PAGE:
Things only get worse when Yaichiro escapes from jail and takes several unsuspecting innocents hostage. Hiding in their farmhouse, Yaichiro swears to kill each and every person who enters the hovel. Given a direct order by his superiors to kill Yaichiro, Munezo has no choice but to face his former classmate in a duel to the death. Will Munezo survive? And if he does, is there still hope for him and Kie? And what's to be done about Munezo's duplicitous superior?

Especially when viewed back-to-back, The Hidden Blade and The Twilight Samurai bear remarkable similarities to one another in terms of plot and character. In truth, the Kie/Munezo relationship is simply a repeat of the Tomoe/Seibei relationship from the first film with issues of money and class standing still being of major importance. Munezo is given an order he can't refuse much as Seibei was, and they both must face their adversary in a confined space. And of course, the thought of impending death has both characters re-evaluating both their values and their lives in a wholly dramatic fashion. For viewers who don't mind getting a second helping of Twilight Samurai in a different form, then these repeats shouldn't be too distracting, perhaps even welcome.

But that isn't to say the film is merely a retread. Where Hidden Blade primarily differs is in its extended exploration on how the age of the samurai is soon coming to an end, an issue suggested in Twilight Samurai, but made explicit here with the intrusion of Western weaponry into the narrative. This feature of the plot comes to the surface in the final duel between Munezo and Yaichiro, a battle that harkens back to one of the climactic showdowns in the first Once Upon a Time in China film - in both movies Western technology ultimately inserts itself into what is meant to be a private duel of honor.

Whatever the film's merits, there's no doubt that some viewers may be put off by Hidden Blade's more than passing resemblance to Twilight Samurai. Even so, the movie's compelling romantic angle and occasional comic moments help matters considerably, as the film begins to take a shape of its own. Considering how great the first film was, it's still a shame that the new ideas included in Hidden Blade simply couldn't have been developed earlier in Twilight Samurai, particularly the climactic student against student duel (which trumps - at least in concept - Seibei's duel with a swordsman he doesn't know), the intrusion of western firearms (which helps punctuate the narrative's overarching theme), and the idea of a special hidden technique (when finally unleashed, "The Devil's Claw" proves to a surprisingly fatal move).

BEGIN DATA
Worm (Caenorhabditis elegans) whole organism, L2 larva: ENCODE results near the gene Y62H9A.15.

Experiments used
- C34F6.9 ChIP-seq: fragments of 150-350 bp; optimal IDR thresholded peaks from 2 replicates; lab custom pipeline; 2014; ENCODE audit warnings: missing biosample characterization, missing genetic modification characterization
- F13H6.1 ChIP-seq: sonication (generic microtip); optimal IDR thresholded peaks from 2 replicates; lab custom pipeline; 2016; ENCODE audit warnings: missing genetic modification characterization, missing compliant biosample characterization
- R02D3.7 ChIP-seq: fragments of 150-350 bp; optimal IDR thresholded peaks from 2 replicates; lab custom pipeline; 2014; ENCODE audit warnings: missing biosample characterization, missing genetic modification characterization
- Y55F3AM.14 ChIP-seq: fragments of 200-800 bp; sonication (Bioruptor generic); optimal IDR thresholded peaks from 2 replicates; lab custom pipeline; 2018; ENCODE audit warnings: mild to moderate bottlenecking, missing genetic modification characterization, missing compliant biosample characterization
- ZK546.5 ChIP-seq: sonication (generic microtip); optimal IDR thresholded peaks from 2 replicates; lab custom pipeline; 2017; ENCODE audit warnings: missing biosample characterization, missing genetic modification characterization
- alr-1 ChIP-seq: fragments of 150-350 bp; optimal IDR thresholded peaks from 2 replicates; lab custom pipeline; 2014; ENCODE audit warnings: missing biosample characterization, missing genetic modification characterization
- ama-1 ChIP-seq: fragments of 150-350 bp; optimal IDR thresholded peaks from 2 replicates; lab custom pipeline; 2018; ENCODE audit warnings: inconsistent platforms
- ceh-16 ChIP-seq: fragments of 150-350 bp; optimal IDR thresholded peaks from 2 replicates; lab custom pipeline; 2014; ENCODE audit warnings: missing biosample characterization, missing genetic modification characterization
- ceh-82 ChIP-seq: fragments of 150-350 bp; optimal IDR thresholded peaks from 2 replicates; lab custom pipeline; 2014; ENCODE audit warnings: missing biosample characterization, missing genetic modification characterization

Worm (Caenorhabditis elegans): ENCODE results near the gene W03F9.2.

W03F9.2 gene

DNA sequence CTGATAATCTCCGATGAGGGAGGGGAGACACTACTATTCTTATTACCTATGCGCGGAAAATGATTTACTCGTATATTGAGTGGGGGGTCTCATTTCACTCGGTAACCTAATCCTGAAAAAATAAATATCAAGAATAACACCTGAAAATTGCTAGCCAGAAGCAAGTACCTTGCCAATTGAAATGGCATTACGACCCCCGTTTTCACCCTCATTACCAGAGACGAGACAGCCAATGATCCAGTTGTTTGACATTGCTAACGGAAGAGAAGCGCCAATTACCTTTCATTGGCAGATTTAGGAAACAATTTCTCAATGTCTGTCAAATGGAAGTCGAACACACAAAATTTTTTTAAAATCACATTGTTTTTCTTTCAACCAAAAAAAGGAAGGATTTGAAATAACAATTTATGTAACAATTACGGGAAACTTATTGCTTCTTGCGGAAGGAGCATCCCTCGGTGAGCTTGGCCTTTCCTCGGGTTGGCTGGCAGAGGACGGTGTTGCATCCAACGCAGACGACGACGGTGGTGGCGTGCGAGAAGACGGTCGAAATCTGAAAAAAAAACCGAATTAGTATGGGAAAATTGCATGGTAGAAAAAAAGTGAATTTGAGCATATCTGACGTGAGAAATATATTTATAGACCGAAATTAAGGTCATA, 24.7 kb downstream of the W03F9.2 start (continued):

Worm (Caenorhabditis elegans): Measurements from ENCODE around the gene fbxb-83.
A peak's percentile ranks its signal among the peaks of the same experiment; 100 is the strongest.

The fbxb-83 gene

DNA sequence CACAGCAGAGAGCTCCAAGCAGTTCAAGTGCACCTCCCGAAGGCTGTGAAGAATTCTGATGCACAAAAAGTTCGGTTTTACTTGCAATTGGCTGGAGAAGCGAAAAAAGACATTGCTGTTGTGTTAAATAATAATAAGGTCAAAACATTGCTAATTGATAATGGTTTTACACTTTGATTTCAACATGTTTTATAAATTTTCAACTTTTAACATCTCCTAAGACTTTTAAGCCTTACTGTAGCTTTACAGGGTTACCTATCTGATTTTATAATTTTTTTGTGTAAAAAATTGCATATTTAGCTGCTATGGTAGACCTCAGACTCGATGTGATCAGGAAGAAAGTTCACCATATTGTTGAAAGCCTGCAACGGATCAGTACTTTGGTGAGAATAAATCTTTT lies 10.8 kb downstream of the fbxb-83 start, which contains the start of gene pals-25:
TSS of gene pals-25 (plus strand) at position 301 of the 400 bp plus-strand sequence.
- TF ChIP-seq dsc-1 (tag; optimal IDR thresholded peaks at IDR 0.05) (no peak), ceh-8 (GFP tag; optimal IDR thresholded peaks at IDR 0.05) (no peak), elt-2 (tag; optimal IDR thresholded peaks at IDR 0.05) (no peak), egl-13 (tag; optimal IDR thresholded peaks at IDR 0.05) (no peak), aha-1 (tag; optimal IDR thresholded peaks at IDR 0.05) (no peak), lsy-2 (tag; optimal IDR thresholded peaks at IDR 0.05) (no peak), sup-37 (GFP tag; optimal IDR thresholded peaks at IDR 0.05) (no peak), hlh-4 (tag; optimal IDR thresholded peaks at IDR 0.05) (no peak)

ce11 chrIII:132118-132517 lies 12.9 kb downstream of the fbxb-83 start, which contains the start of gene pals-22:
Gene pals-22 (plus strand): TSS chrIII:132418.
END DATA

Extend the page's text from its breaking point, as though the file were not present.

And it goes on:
Perhaps its nature of these very additions that compelled Yamada to make Hidden Blade in the first place; maybe he just wanted to get them onscreen. Whatever the case, the film serves as a wonderfully satisfying companion piece to Yamada's award-winning 2002 film. The film's denouement recalls certain classic movie moments, not only among samurai films, but from some of the best cowboy films as well, a welcome bit of nostalgia within the film's less than flattering commentary on the feudal era. Although Hidden Blade successfully dips back into the well once more, here's hoping that the third film in Yamada's proposed trilogy proves to be more innovative. (Calvin McMillin, 2005)

   
Awards: 2005 Japan Academy Prize
• Winner - Outstanding Achievement in Art Direction
• Nomination - Picture of the Year
• Nomination - Director of the Year (Yoji Yamada)
• Nomination - Screenplay of the Year (Yoji Yamada)
• Nomination - Outstanding Performance by an Actor in a Leading Role (Masatoshi Nagase)
• Nomination - Outstanding Performance by an Actress in a Leading Role (Takako Matsu)
• Nomination - Outstanding Performance by an Actor in a Supporting Role (Yoshioka Hidetaka)
• Nomination - Outstanding Achievement in Cinematography Achievement in Film Editing
• Nomination - Outstanding Achievement in Music (Isao Tomita)
• Nomination - Outstanding Achievement in Sound Recording
• Nomination - Outstanding Achievement in Lighting Direction
Availability: DVD (HK)
Region 3 NTSC
Panorama
16 x 9 Anamorphic Widescreen
Japanese and Cantonese Language Tracks
DTS ES, Dolby Digital 5.1, 2.0
Removable English and Chinese Subtitles
Interview with Yoji Yamada, Original Teasers and Trailers, "Behind the Scenes" Featurettes, Fold-out Poster, and Various Extras

*Also Available on Blu-ray Disc